Reflections on Digital Technology and Empathy

Posted on March 25, 2016 by


In our current featured ANS article, author Pamela Bjorklund, PhD, APRN, CNS-BC, PMHNP-BC draws on personal experience and scientific literature to develop a commentary on nursing’s relational core in the context of growing digital technologies.  The article, titled “Gossamer Threads: Commentary on the Impact of Digital Technology on the Developing Brain and the Capacity for Empathy” will be available for free download on the ANS web site while it is featured!  We encourage you to take advantage of the opportunity to read this interesting article, and then return here to share you comments!


This article attempts to find points of nexus between seemingly disparate bodies of knowledge from diverse areas including technology, metaethics, moral responsibility, the art and science of empathy, relational theory, technology, and nursing. While the scope is intentionally broad and the essence of the paper is intentionally interdisciplinary, it has important implications for nursing—with its relational core, its unique as well as shared bodies of moral and scientific knowledge, and its interprofessional health care goals to maximize human growth and well-being across the lifespan in both health and illness.

In reviewing the research for this paper, the threads that connected these disparate bodies of knowledge initially seemed tenuous, fragile, gossamer-like. I envisioned the spider webs on grass and shrubbery that are only seen when certain conditions—the morning light and the dew—render them visible.

Although the scope is broad, the focal point of the paper is more narrow: namely, that science shows mixed effects of technology on brain development and on the development of empathy and other meaning-making human skills—and that a more intentional use of technology may better serve human development in the long-run. This does not impugn the undeniable value of technology to human endeavor. My position is already a both/and, not an either/or position. Technology is indispensable; it isn’t going to go away, and who would want it to, given its overwhelming benefits? However, human beings have some capacity to be intentional about the use of technology and to regulate its impact on their lives, which is what I suggest in this paper.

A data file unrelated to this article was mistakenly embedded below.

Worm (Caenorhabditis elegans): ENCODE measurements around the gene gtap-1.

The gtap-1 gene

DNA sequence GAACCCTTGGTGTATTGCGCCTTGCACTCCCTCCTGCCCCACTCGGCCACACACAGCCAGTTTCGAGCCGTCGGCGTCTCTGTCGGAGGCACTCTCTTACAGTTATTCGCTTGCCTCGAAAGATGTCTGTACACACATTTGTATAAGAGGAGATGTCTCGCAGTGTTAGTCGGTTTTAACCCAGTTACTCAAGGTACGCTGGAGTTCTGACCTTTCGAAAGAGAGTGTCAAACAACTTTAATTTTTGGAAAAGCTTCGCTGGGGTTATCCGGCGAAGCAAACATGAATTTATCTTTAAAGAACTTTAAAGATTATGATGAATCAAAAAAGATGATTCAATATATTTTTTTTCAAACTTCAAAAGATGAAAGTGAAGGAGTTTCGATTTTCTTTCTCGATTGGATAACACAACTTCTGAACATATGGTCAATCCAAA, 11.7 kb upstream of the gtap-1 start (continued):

Part of what makes this article unusual in its integrations is that it intentionally blends research evidence with personal experience in ways that are unusual for some academic journals. The work has a relational as well as scientific context. The relationship with my daughter, shown in the picture on her 4th birthday and again as a teenager, informs my understanding of the roots of empathy and its role in moral response. The reality is that all research, even the “hardest,” cannot escape point of view. This paper clearly has a point of view, but I have tried to be completely transparent with it. Happy reading, and best wishes to all.